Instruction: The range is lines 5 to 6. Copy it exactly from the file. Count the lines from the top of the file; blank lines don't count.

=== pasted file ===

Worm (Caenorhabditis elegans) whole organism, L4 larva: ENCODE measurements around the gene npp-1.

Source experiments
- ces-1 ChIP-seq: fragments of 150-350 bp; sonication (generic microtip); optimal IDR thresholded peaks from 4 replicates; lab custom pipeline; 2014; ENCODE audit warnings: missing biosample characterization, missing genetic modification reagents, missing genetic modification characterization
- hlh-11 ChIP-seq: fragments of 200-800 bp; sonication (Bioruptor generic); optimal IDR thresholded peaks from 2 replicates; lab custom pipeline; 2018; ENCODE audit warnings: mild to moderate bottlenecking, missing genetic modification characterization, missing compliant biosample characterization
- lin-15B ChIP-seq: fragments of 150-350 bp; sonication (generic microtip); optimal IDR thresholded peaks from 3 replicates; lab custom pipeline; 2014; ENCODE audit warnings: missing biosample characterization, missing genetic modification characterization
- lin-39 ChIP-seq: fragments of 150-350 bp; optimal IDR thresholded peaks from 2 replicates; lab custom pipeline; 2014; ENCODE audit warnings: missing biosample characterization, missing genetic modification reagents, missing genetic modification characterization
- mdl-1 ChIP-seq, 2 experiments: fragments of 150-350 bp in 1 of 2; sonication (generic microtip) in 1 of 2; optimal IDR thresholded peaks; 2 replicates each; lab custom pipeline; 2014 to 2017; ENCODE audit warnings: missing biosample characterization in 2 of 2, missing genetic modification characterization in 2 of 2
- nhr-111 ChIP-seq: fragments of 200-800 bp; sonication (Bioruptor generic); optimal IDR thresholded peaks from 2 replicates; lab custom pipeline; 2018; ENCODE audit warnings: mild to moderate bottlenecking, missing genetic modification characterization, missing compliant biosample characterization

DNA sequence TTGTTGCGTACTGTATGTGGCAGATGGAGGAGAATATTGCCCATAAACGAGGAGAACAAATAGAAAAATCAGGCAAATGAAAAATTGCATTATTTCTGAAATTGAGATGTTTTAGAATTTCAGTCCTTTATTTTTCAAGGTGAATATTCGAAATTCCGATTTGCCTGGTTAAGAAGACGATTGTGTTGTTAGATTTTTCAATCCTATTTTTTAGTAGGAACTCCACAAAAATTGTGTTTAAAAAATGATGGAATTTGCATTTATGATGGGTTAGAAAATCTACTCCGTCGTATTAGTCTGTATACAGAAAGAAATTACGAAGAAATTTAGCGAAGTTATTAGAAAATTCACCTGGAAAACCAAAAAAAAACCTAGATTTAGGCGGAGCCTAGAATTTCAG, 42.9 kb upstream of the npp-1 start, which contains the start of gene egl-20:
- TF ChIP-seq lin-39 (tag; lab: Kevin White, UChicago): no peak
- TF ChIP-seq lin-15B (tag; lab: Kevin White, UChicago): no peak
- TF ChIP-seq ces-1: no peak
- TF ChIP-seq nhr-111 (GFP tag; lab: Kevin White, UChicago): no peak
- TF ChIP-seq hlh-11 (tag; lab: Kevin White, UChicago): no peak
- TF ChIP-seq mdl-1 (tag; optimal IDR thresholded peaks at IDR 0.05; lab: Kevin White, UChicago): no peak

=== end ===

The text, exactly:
- lin-15B ChIP-seq: fragments of 150-350 bp; sonication (generic microtip); optimal IDR thresholded peaks from 3 replicates; lab custom pipeline; 2014; ENCODE audit warnings: missing biosample characterization, missing genetic modification characterization
- lin-39 ChIP-seq: fragments of 150-350 bp; optimal IDR thresholded peaks from 2 replicates; lab custom pipeline; 2014; ENCODE audit warnings: missing biosample characterization, missing genetic modification reagents, missing genetic modification characterization